Chains of Command


To unravel the tortured excuses for Abu Ghraib abuses, go back to June 25, a day of brilliant journalism.

Once so proud of plans for “War on Terror detainees” that they even showed off their special Gitmo chains and other jewelry, the Bush regime’s various soldiers are now crying, as the Nazis did, “We were only following orders.” Or they’re saying, “Hey, I didn’t even give the orders.”

Blame them, but save the biggest share of blame for their higher-ups — all the way up to Vise President Dick Cheney.

The freshest example is that of Lt. Col. Steven L. Jordan, whose court-martial right now at Fort Meade, Maryland, for Abu Ghraib abuses that occurred on his watch is a travesty of cover-up upon cover-up.

Despite the fact that the soldiers under Jordan got off by torturing and humiliating prisoners — most of whom were innocent and none of whom were of any intelligence value — Jordan himself will probably get off with a wrist-slap.

Today’s account of this extremely important trial is buried on page A14 of the Washington Post:

Army Lt. Col. Steven L. Jordan, the only officer charged in connection with abuse at the Abu Ghraib prison, did not train, supervise or work directly with interrogators who questioned detainees, the prison’s top military intelligence officer testified yesterday.

Testifying for the prosecution in Jordan’s court-martial at Fort Meade, Col. Thomas M. Pappas said that Jordan’s duties centered on improving the quality of life for soldiers at the austere base outside Baghdad and improving the flow of intelligence information — not on the interrogations or harsh methods of eliciting information approved for use at the time.

The news cycles of real news, especially follow-ups, cause so much frustration. How can anyone put his or her hands around what’s going on?

Abu Ghraib blazed in the headlines in 2004, but now that details of who did what and when are coming out, it’s considered old news. That’s why I try to salt my posts with so many links. All we can do is point to some stories that point to the facts and provide context.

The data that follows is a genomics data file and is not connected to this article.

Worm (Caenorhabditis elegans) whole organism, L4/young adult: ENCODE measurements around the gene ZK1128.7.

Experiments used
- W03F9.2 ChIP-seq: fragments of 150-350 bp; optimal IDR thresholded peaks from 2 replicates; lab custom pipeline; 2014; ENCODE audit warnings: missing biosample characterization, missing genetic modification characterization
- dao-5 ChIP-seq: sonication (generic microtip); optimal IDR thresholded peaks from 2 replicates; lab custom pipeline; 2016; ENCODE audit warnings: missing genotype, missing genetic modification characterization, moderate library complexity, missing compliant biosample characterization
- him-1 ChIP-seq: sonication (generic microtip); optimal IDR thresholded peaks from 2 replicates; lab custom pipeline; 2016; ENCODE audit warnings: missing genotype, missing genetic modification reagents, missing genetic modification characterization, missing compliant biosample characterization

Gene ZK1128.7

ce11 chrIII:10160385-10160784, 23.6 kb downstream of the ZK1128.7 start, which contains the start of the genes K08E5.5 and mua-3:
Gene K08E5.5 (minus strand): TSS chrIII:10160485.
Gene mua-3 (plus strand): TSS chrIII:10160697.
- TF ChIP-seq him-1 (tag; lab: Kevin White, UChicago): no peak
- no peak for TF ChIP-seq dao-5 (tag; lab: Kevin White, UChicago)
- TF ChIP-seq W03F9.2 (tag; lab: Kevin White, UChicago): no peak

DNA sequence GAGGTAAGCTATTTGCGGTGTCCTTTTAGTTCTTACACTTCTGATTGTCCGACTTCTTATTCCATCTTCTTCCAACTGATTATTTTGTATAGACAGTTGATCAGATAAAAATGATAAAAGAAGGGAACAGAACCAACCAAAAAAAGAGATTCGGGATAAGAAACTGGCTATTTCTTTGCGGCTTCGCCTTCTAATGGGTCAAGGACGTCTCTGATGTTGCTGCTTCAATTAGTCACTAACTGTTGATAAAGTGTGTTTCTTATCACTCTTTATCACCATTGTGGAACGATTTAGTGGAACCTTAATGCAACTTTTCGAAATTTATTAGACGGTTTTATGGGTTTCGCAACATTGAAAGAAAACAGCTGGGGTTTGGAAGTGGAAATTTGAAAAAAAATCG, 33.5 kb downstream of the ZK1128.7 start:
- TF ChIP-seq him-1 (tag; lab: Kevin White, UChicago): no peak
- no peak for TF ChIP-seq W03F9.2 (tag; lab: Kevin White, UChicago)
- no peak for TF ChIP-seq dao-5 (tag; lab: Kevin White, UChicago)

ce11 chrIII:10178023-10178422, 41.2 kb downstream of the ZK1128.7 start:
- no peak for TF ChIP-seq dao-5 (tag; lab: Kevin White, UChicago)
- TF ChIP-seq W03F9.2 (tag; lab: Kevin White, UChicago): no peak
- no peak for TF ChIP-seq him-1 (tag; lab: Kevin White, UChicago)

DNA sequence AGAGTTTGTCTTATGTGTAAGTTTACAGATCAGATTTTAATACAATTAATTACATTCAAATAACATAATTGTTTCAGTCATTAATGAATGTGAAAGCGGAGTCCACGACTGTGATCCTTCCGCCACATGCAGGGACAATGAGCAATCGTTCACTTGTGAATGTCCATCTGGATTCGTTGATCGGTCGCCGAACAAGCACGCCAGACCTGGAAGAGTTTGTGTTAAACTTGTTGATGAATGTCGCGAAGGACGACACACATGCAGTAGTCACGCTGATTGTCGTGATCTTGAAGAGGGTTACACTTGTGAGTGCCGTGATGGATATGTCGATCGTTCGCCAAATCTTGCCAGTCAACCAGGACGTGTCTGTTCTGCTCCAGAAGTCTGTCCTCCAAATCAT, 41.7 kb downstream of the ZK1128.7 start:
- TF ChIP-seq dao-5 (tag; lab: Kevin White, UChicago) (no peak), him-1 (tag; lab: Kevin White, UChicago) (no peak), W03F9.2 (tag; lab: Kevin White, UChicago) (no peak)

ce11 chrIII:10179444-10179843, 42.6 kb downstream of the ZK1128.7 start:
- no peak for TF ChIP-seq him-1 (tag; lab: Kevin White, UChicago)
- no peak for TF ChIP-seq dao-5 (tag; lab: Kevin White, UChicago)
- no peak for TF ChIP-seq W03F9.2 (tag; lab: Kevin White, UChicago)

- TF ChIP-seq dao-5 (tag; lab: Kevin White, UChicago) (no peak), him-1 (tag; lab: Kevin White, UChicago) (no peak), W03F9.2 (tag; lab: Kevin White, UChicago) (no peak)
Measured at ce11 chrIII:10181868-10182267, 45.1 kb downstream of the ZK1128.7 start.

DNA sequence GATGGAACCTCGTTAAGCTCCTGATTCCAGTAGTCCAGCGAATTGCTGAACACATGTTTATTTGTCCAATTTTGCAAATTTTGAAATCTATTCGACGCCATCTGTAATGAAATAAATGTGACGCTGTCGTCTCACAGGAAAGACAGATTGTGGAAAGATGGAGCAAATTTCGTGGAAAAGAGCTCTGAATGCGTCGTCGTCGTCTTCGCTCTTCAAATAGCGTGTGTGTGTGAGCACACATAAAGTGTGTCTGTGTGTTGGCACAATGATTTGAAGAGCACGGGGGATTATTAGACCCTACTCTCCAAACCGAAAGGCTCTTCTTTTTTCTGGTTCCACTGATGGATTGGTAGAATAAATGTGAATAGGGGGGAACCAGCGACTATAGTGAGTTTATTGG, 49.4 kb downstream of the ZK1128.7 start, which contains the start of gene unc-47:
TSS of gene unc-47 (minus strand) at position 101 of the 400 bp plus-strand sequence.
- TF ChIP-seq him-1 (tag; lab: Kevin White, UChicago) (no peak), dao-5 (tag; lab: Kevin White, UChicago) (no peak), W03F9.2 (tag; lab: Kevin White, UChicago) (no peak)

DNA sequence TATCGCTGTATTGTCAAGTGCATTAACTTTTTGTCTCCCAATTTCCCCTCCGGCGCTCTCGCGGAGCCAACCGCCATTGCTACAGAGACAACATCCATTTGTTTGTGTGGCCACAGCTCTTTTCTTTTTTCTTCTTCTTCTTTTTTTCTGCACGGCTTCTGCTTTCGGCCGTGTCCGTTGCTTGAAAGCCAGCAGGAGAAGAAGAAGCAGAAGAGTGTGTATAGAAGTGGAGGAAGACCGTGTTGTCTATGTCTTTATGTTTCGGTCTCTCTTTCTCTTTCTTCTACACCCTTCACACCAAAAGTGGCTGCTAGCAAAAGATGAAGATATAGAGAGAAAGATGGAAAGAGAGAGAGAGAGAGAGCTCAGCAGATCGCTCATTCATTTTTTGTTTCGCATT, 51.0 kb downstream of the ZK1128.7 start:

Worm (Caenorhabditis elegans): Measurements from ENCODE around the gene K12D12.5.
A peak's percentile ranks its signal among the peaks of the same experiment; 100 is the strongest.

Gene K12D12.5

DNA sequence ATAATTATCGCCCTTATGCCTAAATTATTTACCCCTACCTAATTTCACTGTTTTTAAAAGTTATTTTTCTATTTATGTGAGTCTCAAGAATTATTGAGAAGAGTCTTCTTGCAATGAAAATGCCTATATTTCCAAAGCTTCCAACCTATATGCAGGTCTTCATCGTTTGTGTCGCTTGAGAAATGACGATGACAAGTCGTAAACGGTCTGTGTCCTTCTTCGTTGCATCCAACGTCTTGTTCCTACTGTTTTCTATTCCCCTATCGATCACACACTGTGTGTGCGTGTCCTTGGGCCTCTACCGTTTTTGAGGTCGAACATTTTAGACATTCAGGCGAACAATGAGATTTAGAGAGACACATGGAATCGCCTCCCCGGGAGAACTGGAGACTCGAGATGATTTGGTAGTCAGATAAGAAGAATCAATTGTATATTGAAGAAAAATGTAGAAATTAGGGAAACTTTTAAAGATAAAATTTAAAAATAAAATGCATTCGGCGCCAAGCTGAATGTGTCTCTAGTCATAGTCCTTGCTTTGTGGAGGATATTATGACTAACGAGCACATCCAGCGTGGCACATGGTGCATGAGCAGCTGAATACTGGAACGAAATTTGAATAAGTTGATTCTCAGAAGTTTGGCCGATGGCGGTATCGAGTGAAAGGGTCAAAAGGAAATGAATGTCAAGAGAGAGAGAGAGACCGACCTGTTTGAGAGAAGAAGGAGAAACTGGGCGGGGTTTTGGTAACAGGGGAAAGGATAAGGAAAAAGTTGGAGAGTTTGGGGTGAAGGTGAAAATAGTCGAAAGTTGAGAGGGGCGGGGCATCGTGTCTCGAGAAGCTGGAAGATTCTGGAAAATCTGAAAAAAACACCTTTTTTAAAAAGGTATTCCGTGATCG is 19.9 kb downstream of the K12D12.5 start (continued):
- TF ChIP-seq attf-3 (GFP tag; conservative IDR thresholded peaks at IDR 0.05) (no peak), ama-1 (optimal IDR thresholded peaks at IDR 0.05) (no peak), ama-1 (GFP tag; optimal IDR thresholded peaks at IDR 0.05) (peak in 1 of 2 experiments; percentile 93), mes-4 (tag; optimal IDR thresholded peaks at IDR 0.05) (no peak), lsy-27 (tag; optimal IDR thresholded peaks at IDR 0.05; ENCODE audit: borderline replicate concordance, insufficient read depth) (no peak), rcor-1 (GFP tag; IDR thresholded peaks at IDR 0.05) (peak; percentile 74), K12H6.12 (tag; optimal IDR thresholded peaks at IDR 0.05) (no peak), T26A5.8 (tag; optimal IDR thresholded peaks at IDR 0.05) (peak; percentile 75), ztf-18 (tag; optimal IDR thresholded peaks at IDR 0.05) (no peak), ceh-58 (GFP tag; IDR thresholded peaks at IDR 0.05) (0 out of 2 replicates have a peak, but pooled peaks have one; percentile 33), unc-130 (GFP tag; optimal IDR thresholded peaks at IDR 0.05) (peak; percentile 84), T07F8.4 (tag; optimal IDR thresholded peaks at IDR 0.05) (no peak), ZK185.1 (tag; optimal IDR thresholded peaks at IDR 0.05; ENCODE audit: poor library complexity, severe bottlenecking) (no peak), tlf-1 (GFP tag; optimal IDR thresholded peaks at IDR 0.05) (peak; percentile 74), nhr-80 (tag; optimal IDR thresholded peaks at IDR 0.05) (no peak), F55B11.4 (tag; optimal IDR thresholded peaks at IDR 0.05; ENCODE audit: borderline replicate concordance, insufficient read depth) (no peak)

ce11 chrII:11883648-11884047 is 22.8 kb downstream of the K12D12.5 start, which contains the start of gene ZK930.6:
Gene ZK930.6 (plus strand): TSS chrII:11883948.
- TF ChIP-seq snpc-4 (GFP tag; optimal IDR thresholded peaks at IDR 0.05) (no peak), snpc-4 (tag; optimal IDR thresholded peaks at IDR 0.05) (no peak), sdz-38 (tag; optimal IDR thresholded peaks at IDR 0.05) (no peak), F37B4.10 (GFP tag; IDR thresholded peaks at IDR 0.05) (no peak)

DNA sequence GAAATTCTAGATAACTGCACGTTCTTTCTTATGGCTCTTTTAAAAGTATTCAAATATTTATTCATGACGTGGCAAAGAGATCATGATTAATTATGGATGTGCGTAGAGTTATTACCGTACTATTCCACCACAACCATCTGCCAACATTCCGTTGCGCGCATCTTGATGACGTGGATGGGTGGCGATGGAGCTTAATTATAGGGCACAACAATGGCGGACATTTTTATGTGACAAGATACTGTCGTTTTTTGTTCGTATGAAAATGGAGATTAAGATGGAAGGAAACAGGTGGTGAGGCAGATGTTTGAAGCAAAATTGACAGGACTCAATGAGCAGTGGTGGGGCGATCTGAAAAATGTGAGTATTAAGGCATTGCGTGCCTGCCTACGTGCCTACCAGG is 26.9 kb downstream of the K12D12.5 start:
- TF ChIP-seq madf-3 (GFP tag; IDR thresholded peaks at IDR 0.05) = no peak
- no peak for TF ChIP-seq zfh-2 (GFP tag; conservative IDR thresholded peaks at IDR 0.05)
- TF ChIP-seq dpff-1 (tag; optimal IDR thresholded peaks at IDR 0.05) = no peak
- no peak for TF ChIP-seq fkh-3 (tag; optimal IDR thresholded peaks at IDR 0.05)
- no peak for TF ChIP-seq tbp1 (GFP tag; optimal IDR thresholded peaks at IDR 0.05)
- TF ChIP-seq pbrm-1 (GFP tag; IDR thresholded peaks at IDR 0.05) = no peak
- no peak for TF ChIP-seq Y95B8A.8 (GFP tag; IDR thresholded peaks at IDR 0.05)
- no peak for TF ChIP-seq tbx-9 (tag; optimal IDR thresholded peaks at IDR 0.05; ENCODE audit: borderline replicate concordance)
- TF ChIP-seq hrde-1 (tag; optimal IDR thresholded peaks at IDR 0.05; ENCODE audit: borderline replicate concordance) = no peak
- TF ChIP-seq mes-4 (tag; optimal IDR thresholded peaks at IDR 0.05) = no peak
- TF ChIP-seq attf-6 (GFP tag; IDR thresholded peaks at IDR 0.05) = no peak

And one unmistakable fact is that no matter what happens to Jordan, the torture scandal goes all the way up the chain of command, right into the White House run by Dick Cheney.

When it comes to Abu Ghraib, all you really have to do is focus on just one day’s worth of brilliant journalism. Go back to this past June 25 and you’ll see what I mean.

Now, I’m not faulting the Post for burying today’s Jordan story. It has kicked the ass of the New York Times on almost every topic since the Bush regime came to power. While Jordan’s court-martial continues, go back and re-read the Post‘s stellar series on Cheney, particularly Barton Gellman and Jo Becker‘s June 25 “Pushing the Envelope on Presidential Power,” which I wrote about that day. Here’s how that Post story began:

Shortly after the first accused terrorists reached the U.S. naval prison at Guantánamo Bay, Cuba, on Jan. 11, 2002, a delegation from CIA headquarters arrived in the Situation Room. The agency presented a delicate problem to White House counsel Alberto R. Gonzales, a man with next to no experience on the subject. Vice President Cheney’s lawyer, [David Addington], who had a great deal of experience, sat nearby. The meeting marked “the first time that the issue of interrogations comes up” among top-ranking White House officials, recalled John C. Yoo, who represented the Justice Department. “The CIA guys said, ‘We’re going to have some real difficulties getting actionable intelligence from detainees'” if interrogators confined themselves to humane techniques allowed by the Geneva Conventions.